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Uber Hired NASA Engineer to Develop Flying Cars

Feb 08, 2017 12:01 PM EST
Uber Taxi App In Madrid
Uber is making sure that its Uber Elevate initiative that aims to develop flying cars will push through. The company hired a senior NASA engineer to do the job.
(Photo : Pablo Blazquez Dominguez/Getty Images)

The private transportation service, Uber, has managed to change the commuting trend today, but it is unlikely to stop there. Reports say that the company hired a NASA engineer to develop the cars of the future -- flying cars.

Mark Moore, a seasoned NASA engineer, was hired by Uber to man its flying car project. Moore will lead the engineering aviation team for the project.

Uber's flying car project, also called Uber Elevate, is looking into developing "air taxi" that will function along "vertiports." Using the air taxi will, in theory, transport commuters between destinations in a shorter travel time compared to the traditional mode of public transport.

The vertiports will reportedly be built 50 miles to 100 miles, according to Space.com. But why was Uber interested with Moore?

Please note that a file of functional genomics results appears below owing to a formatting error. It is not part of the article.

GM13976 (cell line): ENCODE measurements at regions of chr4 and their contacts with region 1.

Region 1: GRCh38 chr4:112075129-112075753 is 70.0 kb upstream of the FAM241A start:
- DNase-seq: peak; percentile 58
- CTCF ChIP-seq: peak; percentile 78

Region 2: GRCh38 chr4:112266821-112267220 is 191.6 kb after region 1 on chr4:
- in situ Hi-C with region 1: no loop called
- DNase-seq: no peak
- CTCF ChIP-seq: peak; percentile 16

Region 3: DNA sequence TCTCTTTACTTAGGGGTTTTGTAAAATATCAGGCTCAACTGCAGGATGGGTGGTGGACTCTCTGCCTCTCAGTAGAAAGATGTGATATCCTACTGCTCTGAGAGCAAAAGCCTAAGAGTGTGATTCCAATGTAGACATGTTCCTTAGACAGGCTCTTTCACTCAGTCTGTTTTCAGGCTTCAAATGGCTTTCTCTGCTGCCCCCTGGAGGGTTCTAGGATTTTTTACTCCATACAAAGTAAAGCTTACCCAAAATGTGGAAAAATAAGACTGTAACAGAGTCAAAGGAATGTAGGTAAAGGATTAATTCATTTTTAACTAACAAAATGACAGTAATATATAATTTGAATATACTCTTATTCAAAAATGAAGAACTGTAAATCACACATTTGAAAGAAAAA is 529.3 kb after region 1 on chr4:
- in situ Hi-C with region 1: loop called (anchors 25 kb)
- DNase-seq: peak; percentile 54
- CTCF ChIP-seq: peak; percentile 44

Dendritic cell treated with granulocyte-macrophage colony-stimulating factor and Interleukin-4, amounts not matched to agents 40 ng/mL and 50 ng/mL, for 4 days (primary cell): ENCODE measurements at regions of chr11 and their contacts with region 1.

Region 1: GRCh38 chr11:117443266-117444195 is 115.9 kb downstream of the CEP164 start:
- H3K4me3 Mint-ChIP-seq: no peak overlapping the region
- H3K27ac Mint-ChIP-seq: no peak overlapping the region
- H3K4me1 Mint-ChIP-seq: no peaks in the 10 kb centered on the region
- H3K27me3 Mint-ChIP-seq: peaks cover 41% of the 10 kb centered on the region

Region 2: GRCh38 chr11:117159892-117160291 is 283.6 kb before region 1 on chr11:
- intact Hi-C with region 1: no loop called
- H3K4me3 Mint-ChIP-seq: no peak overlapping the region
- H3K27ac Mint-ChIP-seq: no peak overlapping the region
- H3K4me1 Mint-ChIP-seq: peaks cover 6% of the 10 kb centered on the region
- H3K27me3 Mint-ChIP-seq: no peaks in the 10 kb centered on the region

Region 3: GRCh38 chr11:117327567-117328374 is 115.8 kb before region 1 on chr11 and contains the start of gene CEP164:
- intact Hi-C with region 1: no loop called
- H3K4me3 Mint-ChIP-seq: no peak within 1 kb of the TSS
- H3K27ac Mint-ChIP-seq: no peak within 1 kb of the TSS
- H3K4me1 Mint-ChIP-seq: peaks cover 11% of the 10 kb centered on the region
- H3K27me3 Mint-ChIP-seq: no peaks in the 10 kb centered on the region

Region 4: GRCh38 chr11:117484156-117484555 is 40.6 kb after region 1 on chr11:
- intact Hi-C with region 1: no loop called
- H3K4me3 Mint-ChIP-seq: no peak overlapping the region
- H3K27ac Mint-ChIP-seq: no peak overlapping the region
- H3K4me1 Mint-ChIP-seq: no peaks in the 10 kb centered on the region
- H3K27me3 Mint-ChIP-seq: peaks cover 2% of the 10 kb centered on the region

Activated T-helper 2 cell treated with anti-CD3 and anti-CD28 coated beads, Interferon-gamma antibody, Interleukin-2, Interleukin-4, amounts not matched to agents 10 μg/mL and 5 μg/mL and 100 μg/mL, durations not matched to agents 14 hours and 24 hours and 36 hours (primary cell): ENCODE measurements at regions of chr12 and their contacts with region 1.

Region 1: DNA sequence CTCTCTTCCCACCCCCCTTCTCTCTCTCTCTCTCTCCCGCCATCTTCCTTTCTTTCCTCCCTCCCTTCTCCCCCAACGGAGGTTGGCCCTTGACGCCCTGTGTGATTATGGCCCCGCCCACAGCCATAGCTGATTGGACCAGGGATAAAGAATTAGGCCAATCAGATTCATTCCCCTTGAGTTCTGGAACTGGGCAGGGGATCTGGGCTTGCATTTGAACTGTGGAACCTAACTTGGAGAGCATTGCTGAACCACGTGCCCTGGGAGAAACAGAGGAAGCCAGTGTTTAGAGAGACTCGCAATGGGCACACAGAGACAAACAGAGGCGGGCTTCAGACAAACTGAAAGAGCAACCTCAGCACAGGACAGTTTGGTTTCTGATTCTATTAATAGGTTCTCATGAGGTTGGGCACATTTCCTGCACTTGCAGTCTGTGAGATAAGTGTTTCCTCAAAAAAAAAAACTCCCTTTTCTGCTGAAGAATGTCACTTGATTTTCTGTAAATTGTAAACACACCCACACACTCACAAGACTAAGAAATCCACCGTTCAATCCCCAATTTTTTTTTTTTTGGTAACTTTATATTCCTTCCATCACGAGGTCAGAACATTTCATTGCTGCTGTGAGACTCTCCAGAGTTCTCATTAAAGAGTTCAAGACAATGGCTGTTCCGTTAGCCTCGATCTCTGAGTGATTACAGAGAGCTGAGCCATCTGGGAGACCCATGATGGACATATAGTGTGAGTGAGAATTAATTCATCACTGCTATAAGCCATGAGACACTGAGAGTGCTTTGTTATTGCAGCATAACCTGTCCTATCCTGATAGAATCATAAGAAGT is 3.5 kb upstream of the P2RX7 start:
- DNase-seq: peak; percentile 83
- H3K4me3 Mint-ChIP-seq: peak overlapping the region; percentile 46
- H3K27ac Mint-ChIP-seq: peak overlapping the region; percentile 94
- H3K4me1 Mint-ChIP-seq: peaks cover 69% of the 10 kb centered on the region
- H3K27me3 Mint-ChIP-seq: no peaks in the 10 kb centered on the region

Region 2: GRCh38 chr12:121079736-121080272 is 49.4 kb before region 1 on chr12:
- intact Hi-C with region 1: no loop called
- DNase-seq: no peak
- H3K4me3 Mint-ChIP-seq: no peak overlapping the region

Moore was a veteran aircraft engineer at NASA's Langley Research Center. He published a paper discussing electric aircraft in 2010. In his study, Moore suggested that electric aircraft could work like helicopters when taking off and land. But the electric ones will be smaller, lighter and quieter. Moore already suggested that electric aircraft could be the alternative to commuting, even before Uber thought of it.

Moore's famous paper is called the Vertical Takeoff and Landing (VTOL) also known as flying cars, according to Bloomberg. After his 30 fruitful years at NASA, Moore will now be the director for the flying car project at Uber Elevate.

 "I can't think of another company in a stronger position to be the leader for this new ecosystem and make the urban electric VTOL market real," Moore said.

However, commuters were advised not to put their hopes up just yet. The project is still in its early stages so a construction of a fully functional flying car is not yet on the horizon. But Uber is hopeful that this project will be executed especially now with Moore around.

"It could change cities and how we work and live," Jeff Holden, Uber's head of product, said in a previous interview. "We want to offer our customers as many options as possible to move around."

It looks like the landscape of public transportation and commuting will evolve in the next few years. Aside from Uber, several other companies are reported working on their own versions of flying cars.

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